The Boss Underscores the Completion Principle

Bruce Springsteen’s Tracks turns 20

Bruce Springsteen Tracks, Columbia 1998

It’s rather ironic how the four CD set simply entitled Tracks served two distinctly different purposes. Although obviously intended for the completist and fully fuelled Springsteen collector, it seemed a somewhat moot point, given that the truly ardent Bruce fan (read fanatic) likely had most of the tracks on Tracks to begin with, courtesy of trades, tapes or bootlegs. On the other hand, the majority of the 66 song set were never officially released, meaning that if you were a diehard devotee you’d probably need the complete box regardless.

Of course Springsteen’s always been an ambitious artist to begin with, and the number of songs that he’s written and never released constitutes a sizeable part of his catalog. His loyal legions are known to have a certain obsession with collecting those efforts, and while in reality Tracks represents only a minimal percentage of those uncovered gems, it still offered the first legitimate compilation that was readily accessible even to the most casual collector.

Still, it was just a start. While the demos, B sides, alternate versions and unheard recordings were varied and valuable, it could easily have totalled several dozen discs, given all the unused material that Springsteen had accumulated over the years. When the project was initiated earlier in the year, he had already amassed some 350 songs that hadn’t made the cut for any of his albums’ initial release. To his credit, Springsteen opted not to simply include any songs on Tracks that left them in their rudimentary condition, choosing instead to remix the majority, and in some cases, add essential instrumentation to flesh them out fully.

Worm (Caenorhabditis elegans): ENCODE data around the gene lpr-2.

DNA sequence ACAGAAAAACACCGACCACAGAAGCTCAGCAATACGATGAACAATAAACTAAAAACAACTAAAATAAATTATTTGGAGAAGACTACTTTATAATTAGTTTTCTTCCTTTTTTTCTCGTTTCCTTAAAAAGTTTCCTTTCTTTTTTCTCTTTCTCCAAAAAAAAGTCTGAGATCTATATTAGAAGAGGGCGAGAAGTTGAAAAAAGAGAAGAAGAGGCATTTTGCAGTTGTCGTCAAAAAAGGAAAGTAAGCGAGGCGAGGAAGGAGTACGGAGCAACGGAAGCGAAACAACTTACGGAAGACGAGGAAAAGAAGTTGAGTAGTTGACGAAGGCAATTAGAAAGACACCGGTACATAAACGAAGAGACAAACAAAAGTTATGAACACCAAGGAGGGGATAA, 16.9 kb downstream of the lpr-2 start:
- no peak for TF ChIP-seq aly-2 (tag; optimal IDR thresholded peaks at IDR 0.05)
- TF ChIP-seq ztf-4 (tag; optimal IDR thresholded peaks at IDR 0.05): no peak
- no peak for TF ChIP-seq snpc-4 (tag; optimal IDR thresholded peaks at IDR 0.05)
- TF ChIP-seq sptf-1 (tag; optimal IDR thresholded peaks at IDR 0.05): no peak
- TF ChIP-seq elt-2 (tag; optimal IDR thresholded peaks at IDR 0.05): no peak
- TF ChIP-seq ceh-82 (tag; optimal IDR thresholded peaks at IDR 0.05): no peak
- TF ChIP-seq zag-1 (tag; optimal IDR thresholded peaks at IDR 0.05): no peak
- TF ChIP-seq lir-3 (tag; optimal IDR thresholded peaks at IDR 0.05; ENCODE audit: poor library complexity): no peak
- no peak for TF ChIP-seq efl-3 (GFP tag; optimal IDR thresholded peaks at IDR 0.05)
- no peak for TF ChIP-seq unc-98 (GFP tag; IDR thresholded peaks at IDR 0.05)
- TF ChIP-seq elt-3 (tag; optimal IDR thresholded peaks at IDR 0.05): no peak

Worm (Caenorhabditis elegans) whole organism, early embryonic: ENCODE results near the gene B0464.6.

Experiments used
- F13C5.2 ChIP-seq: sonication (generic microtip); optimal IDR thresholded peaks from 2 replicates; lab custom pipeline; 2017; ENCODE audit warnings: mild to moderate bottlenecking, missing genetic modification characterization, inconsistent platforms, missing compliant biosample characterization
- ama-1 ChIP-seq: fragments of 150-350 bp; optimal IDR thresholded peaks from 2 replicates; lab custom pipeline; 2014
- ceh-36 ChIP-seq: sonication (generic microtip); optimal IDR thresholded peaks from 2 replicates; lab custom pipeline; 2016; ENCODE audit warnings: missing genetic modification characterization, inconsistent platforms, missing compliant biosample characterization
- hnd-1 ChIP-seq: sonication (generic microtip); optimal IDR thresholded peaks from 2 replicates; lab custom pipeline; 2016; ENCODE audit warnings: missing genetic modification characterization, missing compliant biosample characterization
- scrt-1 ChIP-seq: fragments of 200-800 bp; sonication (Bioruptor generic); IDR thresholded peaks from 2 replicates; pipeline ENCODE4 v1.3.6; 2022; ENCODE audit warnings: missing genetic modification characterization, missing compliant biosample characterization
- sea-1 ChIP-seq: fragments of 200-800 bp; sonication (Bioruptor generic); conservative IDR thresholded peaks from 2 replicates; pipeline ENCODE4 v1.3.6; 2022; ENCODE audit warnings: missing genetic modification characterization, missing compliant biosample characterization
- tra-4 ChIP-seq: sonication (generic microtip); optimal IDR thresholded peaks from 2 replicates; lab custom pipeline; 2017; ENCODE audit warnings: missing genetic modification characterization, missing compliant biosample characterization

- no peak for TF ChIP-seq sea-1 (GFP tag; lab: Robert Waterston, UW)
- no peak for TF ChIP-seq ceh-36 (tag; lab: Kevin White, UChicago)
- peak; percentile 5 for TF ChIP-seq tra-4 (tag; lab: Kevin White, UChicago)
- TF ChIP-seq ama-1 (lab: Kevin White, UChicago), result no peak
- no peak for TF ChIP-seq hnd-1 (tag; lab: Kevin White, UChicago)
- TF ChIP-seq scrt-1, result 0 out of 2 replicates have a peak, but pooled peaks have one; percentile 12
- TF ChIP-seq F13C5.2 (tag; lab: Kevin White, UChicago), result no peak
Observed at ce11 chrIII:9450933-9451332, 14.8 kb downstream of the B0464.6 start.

Initially, Tracks was intended to be a six CD set boasting at least 100 songs, but by the time the project was completed in September–two months before its final release-? the decision was made to limit the amount of material. Because some songs were unavailable due to legal restrictions, it eliminated a number of some of the more essential early recordings, including instead various actual album cuts intended for release but which never saw the light of day.

Still, those offerings that were included constituted a diverse compilation of some superb Springsteen songs. Some were drawn from bootlegs, while others were once available only on he flip sides of his  45s. There were other numbers that had been performed in concert but never recorded, and several others that were wholly unknown until Tracks’ release.

Springsteen would eventually give several of the songs renewed life by including them in his set lists, and the box proved popular enough to enter the top 30 on Billboard’s top 200 album chart. Granted, that’s only a modest showing for a Springsteen release, but considering the fact that it was a box set selling for a higher cost than usual, the results were respectable regardless, It did mange to attain platinum sales in the U.S., ensuring that the Boss’ track record — pardon the pun — remained unblemished.

Tracks was subsequently condensed into a single album dubbed 18 Tracks, a proviso for the economically challenged. However, it also added three cuts not on the original box.  Which means the completist was obligated to spend more money regardless.


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Lee Zimmerman

Lee Zimmerman is a writer and columnist based in beautiful Maryville Tennessee. Over the past 20 years, his work has appeared in dozens of leading music publications. He is also the author of Americana Music: Voice, Visionaries, and Pioneers of an Honest Sound, which will be published by Texas A&M University Press early next year.

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